Novel antimicrobial nanoparticles show promise in wound healing

In vitro biocompatibility assay. Representative fluorescence microscopy images of human dermal fibroblast cells stained with ethidium homodimer-1 (red colour; dead cells) and calcein-AM (green colour; live cells) after five days incubation with ZnFe2O4 nanoparticles at concentrations of a) 0µg/mL (control), b) 62µg/mL, c) 125µg/mL, d) 250µg/mL, e) 500µg/mL, and f) 1,000µg/mL. Scale bars show 500µm. Image courtesy of the Journal of Nanobiotechnology.

Zinc ferrite (ZnFe2O4) nanoparticles have the potential to be used as a future antimicrobial and wound-healing drug, a recent study in the Journal of Nanobiotechnology reports. Lead author Reihaneh Haghniaz (University of California Los Angeles [UCLA], Los Angeles, USA) and colleagues conclude: “The prepared ZnFe2O4 nanoparticles presented excellent biocompatibility and haemocompatibility with human dermal fibroblast cells and human red blood cells, and exhibited potent antimicrobial activity against both Gram-positive and Gram-negative microbial strains at biocompatible concentration.”

Contextualising their research, Haghniaz et al explain the clinical need for new anti-bacterial therapies: “Increasing antibiotic resistance continues to focus on research into the discovery of novel antimicrobial agents. Due to its antimicrobial and wound healing-promoting activity, metal nanoparticles have attracted attention for dermatological applications. This study is designed to investigate the scope and bactericidal potential of zinc ferrite nanoparticles, and the mechanism of anti-bacterial action along with cytocompatibility, haemocompatibility, and wound healing properties.”

They explain their choice of nanoparticle: “Among different metal nanoparticles, iron oxide-based nanoparticles, especially spinel ferrites, have recently emerged as popular candidates for emerging biomedical applications due to their chemical stability, biocompatibility, the reasonable cost compared to the other metal nanoparticles, such as silver nanoparticles (i.e., gold standard anti-bacterial nanoparticles), and their unique ferromagnetic properties.”

Following the synthesis of the ZnFe2O4 nanoparticles, the investigators conducted a cytocompatibility study to evaluate their cytotoxicity. Haghniaz et al performed a live/dead viability assay to analyse cellular status (alive or dead) according to the integrity of the plasma membrane, as well as a PrestoBlue assay that can analyse mitochondrial activity.

The live/dead viability assay showed that ZnFe2O4 nanoparticles exhibited dose-dependent toxicity to the human dermal fibroblast cells. At low nanoparticle concentrations (0–250 µg/mL), no cytotoxic effects were observed in the human dermal fibroblast cells, and the majority of cells were stained green, signifying their living status. Whereas, at a nanoparticle concentration of 500µg/mL and 1,000µg/mL, high numbers of red fluorescence were observed, denoting significant cell death.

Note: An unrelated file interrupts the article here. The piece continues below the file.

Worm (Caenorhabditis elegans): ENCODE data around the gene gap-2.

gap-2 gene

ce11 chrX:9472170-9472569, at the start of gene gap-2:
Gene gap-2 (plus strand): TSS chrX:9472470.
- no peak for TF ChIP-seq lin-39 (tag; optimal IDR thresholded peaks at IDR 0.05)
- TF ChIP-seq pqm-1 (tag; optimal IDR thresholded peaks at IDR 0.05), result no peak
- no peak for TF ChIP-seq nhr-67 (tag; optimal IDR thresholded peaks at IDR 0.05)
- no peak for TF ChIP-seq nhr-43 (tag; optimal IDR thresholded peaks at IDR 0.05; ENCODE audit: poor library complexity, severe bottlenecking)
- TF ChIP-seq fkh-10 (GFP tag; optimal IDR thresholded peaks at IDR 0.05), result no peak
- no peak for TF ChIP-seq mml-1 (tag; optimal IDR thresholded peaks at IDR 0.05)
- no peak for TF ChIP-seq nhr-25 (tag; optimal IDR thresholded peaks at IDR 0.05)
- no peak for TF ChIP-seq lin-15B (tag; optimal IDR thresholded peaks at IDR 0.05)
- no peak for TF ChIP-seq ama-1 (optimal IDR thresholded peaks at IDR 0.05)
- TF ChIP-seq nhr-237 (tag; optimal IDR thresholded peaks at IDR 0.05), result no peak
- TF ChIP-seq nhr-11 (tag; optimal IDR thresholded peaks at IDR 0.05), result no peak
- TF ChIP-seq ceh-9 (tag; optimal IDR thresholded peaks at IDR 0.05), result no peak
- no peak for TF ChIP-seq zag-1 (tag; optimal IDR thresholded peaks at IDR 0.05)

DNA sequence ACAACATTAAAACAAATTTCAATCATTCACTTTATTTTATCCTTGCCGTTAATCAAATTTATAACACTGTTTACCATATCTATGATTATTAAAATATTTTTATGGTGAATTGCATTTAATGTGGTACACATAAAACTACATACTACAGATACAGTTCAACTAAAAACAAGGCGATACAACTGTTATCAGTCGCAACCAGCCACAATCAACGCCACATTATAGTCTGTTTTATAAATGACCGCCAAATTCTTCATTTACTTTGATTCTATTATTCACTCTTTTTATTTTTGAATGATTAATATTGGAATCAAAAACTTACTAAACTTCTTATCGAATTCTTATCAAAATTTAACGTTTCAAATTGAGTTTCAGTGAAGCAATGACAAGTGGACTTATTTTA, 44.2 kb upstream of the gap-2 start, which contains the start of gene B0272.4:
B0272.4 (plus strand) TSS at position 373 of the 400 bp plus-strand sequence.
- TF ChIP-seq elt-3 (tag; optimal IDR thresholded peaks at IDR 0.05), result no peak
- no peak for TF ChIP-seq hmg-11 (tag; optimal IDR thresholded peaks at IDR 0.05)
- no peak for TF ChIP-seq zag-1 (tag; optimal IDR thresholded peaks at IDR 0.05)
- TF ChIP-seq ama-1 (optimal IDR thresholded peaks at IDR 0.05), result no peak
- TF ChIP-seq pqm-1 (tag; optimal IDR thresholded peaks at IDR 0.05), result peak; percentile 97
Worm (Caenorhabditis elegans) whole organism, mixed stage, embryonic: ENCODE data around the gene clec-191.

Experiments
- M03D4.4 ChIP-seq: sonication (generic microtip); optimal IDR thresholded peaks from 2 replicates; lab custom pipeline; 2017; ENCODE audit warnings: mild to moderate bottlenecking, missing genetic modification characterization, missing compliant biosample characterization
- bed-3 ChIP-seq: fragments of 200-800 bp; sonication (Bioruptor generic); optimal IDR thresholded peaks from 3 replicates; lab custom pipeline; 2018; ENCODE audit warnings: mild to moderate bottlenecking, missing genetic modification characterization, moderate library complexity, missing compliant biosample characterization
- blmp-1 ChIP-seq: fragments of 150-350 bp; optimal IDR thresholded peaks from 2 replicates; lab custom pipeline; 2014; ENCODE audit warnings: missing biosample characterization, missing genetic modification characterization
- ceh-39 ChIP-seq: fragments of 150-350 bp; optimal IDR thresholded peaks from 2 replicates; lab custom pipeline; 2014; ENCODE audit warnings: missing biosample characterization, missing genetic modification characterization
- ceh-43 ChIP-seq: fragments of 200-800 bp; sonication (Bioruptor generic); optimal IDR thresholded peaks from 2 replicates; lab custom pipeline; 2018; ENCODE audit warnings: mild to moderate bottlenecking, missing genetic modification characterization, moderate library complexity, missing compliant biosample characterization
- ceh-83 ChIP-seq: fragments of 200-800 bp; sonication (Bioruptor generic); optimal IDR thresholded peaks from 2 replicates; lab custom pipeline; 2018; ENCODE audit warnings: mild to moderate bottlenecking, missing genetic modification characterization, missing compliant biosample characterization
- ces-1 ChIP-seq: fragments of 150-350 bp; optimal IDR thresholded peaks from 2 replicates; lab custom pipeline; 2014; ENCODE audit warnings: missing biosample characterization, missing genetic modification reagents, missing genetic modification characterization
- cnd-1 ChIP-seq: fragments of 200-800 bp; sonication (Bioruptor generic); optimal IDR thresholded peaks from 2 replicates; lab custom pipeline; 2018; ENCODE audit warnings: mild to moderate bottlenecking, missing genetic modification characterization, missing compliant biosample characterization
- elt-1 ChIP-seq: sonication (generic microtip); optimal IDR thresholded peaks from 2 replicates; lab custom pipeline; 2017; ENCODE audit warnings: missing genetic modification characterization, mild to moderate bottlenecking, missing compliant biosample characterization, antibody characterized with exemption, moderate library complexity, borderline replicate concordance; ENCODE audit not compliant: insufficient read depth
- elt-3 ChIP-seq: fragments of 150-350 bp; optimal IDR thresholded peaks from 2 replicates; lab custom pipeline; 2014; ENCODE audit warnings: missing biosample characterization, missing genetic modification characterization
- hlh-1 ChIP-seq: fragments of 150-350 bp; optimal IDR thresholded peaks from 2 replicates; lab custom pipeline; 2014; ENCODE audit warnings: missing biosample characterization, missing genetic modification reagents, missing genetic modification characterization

Commenting on these findings, the authors write: “Through the live/dead assay, we were able to observe numerous live cells at doses of ≤125µg/mL, but to confirm that the live cells are not in a state of inhibition of cell proliferation, we further performed the PrestoBlue assay. Similar to the live/dead viability assay, at high nanoparticle concentrations of 500 and 1,000µg/mL, the metabolic activity of cells was significantly reduced by 80 % and 95 %, respectively. On the other hand, the metabolic activity of 62, 125, and 250µg/mL of ZnFe2O4 nanoparticles remained at 96%, 92%, and 84% respectively on day five of treatment. Based on these results, we confirmed that a safe dose of ZnFe2O4 nanoparticles for human dermal fibroblast cells was less than 125µg/mL, as at this concentration more than 90% of the cells were viable and metabolically active.”

In addition, a haemocompatibility assay revealed that the nanoparticles do not significantly rupture red blood cells up to a dose of 1,000µg/mL.

“Interestingly,” Haghniaz and co-authors say, “nanoparticles showed antimicrobial activity through multiple mechanisms, such as cell membrane damage, protein leakage, and reactive oxygen species generation, and were more effective against gram-positive bacteria. Furthermore, in vitro scratch assay revealed that ZnFe2O4 nanoparticles improved cell migration and proliferation of cells, with noticeable shrinkage of the artificial wound model.”

Due to these positive results, they conclude: “The optimised ZnFe2O4 nanoparticles can be used as an alternative therapeutic agent against drug-resistance microbial pathogens and also as a bandage to enhance burn-wound healing in near future”.

They suggest that future work should focus on investigating the short-term and long-term toxicity and wound-healing effect of ZnFe2O4 nanoparticles in animal models.


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